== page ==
From Doubt to Trust

From Doubt to Trust


William Blake said, “If the Sun and Moon should ever doubt, they’d immediately go out.”  If we trusted ourselves as much we doubt ourselves, we would move ahead on our personal and professional paths at speeds that far exceed what we generally attain.  This maxim applies to ourselves as much as our clients. In our last lesson we underscored the importance of permission. The permission to trust ourselves is one of the most basic we can offer.


This month I want to recommend an intriguing documentary, Monk with a Camera, the story of Nicholas Vreeland, who was born into high society as the son of U.S. ambassador Frederick Vreeland and the grandson of the Vogue editor Diana Vreeland, As a young man Nicholas was groomed to be heir to a fortune, the jet set, and social graces.  Then he recognized the emptiness of the materialism in which he was immersed, and became a monk in the Tibetan Buddhist tradition.


Meanwhile Nicholas has entertained a lifelong passion for photography, describing his immersion as an addiction. Since he became a monk many years ago, he has struggled with his penchant for photography, considering it an attachment and wondering if it was more of a distraction from his spiritual path than an asset.


Yet there were two instances when his photography served his spirituality far more than it hurt him. First, when he lived in New York City someone broke into his apartment and stole his many cameras. Since the cameras were insured, he collected the insurance money and lived for two years on the income, affording him the time and resources to devote himself full time to his Buddhist studies.


Later Nicholas went to India and joined a monastery, which grew to a point that it could not support all the monks who stayed there. So Nicholas spearheaded a building project to construct a much larger monastery, financed by the pledges of wealthy donors. But the year was 2008, when the economic crash disabled the donors’ pledges. Since the temple was already under construction, Nicholas had to find a way to keep the financing going. His friends and family talked him into selling his photographs at shows around the world, which he agreed to do. The sales netted $200,000, which enabled him to finish the temple.  Eventually the Dalai Lama appointed Nicholas to be the abbot of the temple.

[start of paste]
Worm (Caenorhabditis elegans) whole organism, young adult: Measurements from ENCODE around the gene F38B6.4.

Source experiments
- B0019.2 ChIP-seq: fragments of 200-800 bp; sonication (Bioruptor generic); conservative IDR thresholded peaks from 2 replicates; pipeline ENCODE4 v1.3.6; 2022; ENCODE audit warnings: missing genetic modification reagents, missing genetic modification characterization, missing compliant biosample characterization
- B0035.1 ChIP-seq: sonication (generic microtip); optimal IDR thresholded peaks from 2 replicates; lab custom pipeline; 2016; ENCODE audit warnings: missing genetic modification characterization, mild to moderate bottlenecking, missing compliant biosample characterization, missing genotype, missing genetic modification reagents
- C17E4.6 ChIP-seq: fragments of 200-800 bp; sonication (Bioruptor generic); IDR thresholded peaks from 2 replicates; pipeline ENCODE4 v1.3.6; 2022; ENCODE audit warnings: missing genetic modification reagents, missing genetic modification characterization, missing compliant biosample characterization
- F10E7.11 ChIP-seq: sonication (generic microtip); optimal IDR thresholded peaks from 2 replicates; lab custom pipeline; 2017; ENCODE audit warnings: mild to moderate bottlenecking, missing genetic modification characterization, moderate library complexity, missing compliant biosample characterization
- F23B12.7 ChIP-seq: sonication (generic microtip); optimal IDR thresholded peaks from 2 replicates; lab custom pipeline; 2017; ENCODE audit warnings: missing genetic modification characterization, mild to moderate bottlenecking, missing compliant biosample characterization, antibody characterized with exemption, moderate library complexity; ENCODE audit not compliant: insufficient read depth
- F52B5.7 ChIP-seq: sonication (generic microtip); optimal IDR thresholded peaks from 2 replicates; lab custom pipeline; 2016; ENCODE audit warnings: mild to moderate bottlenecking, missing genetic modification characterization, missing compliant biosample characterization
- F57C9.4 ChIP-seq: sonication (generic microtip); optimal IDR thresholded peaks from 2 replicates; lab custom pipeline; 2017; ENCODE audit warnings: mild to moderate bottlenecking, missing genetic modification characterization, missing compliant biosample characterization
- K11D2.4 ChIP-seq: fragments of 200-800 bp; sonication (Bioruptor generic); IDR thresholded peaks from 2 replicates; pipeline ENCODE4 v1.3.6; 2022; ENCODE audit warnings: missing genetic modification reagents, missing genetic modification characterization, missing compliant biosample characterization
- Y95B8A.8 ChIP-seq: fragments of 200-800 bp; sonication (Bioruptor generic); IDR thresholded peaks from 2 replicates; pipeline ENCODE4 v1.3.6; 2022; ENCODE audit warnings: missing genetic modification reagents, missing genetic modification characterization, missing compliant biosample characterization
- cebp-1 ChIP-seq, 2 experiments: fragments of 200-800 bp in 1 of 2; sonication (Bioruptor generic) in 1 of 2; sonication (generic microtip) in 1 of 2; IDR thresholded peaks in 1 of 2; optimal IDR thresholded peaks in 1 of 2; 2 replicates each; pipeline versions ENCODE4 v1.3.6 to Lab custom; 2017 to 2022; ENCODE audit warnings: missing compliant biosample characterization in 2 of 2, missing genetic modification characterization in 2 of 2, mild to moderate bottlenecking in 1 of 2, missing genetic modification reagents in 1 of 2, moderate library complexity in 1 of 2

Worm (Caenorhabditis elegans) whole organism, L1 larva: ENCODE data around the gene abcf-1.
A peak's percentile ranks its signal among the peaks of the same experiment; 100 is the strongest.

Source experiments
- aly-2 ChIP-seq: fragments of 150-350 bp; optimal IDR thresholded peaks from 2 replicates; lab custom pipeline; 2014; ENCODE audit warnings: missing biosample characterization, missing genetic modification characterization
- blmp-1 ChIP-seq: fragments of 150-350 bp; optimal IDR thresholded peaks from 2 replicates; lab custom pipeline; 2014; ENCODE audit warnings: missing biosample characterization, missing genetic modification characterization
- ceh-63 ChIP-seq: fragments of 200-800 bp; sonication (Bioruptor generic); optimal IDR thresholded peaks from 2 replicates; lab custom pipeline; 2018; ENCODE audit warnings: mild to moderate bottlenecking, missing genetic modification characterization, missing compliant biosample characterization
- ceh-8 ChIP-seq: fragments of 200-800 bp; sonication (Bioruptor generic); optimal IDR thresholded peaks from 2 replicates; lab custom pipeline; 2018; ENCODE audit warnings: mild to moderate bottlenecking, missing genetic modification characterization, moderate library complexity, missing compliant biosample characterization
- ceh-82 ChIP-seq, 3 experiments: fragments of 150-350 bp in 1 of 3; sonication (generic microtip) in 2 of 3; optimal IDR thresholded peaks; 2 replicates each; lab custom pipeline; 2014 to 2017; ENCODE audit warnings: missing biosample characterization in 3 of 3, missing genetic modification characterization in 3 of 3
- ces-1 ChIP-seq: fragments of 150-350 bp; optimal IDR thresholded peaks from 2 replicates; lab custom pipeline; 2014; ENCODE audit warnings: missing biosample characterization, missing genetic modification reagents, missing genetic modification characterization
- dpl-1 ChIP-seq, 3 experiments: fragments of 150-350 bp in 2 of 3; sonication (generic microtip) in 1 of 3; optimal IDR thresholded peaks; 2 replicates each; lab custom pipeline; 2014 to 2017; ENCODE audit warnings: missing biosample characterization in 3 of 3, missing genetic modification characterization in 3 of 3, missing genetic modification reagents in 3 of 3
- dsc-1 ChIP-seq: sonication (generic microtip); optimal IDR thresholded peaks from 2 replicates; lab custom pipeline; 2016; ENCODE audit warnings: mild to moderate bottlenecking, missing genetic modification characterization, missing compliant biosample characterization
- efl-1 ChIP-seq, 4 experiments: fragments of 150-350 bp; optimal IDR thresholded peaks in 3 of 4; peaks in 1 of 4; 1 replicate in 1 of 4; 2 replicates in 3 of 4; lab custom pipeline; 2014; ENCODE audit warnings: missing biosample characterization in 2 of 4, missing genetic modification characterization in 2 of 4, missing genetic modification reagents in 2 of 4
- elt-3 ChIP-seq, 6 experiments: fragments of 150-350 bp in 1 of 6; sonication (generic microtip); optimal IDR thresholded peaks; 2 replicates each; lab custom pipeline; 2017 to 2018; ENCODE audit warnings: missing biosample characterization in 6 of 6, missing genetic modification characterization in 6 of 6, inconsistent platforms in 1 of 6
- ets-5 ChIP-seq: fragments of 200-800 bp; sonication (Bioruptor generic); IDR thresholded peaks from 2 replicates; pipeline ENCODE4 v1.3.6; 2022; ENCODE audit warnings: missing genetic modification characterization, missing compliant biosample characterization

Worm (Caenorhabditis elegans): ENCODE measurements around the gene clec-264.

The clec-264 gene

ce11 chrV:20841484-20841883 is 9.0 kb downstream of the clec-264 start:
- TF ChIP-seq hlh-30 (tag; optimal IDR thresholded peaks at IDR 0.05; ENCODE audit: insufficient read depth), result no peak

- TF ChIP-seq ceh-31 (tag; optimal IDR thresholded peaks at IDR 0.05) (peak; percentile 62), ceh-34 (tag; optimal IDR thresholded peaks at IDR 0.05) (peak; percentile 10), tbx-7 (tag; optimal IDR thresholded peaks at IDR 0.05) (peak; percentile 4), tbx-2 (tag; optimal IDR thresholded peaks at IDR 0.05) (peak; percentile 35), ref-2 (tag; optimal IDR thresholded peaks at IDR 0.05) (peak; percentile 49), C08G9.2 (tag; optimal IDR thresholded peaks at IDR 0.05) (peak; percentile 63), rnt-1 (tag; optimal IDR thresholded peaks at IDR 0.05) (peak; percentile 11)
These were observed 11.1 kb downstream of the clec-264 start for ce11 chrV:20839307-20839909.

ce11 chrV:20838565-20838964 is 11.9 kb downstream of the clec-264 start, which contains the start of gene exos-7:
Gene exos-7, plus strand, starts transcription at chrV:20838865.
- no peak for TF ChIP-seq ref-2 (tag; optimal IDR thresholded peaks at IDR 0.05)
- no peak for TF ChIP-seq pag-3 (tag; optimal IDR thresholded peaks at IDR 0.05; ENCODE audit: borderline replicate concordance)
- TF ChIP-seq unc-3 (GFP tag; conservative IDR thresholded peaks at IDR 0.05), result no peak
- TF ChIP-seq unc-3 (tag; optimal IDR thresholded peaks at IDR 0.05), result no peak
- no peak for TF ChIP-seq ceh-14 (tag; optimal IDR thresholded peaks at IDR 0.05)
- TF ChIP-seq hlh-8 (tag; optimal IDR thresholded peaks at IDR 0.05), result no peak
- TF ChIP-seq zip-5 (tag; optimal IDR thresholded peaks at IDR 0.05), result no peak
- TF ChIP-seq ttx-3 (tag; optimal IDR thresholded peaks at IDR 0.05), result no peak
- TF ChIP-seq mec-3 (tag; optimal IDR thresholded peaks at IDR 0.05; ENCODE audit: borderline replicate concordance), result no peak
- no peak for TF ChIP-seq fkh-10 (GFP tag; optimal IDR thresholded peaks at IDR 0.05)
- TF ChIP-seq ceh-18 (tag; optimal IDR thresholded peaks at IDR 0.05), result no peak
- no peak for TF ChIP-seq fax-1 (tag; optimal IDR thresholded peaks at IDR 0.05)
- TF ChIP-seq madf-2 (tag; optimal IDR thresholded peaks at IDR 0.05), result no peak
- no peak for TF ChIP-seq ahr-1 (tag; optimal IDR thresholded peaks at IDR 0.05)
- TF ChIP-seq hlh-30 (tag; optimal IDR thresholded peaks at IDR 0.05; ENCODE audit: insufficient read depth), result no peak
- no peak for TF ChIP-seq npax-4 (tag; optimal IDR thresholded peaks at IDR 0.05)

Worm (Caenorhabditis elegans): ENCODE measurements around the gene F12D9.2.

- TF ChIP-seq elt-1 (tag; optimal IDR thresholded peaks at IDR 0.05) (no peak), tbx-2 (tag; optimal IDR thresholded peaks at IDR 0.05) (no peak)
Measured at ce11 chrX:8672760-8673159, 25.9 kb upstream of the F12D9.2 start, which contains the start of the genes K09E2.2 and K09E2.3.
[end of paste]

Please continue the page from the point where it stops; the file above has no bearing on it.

So Nicholas Vreeland’s photography was not in opposition to his spiritual path. Ultimately it was his best friend. Vreeland’s doubts about it were the meanderings of ego, not the voice of Spirit.


You and your clients also have intuitions, visions, voices, and inclinations to launch out on projects you truly enjoy. Then the voice of doubt enters and chides, “This is not spiritual. You should not be doing this. You might fail or get hurt. Stop now and play it safe. Stay with the known.”


That voice is usually not the voice of truth. Anything can be used in the service of spirit if the motivation is sincere and it may benefit others as well as yourself. Anything aligned with your joy that earns you an income and helps others is holy.  Don’t let the critical voice override the voice of joy.  Let God be God through you.




  1. Note one vision or project that you doubted, but you did anyway, that turned out to be a success and/or a blessing:



  1. What vision or project would you like to set forth on now, that you are doubting or wondering about? 


What does the voice of doubt or fear say?



What does the voice or trust or confidence say?



  1. What next step would you take if you trusted your hopes more than your fears?



  1. Regarding the vision or project of one of your clients, repeat the above process in questions 2 and 3:





I trust my inner guidance.

Anything I do can be used in the service of Spirit.

I deserve to succeed doing what I love.



Full Movie available on YouTube

Search “Monk with a Camera Full Movie”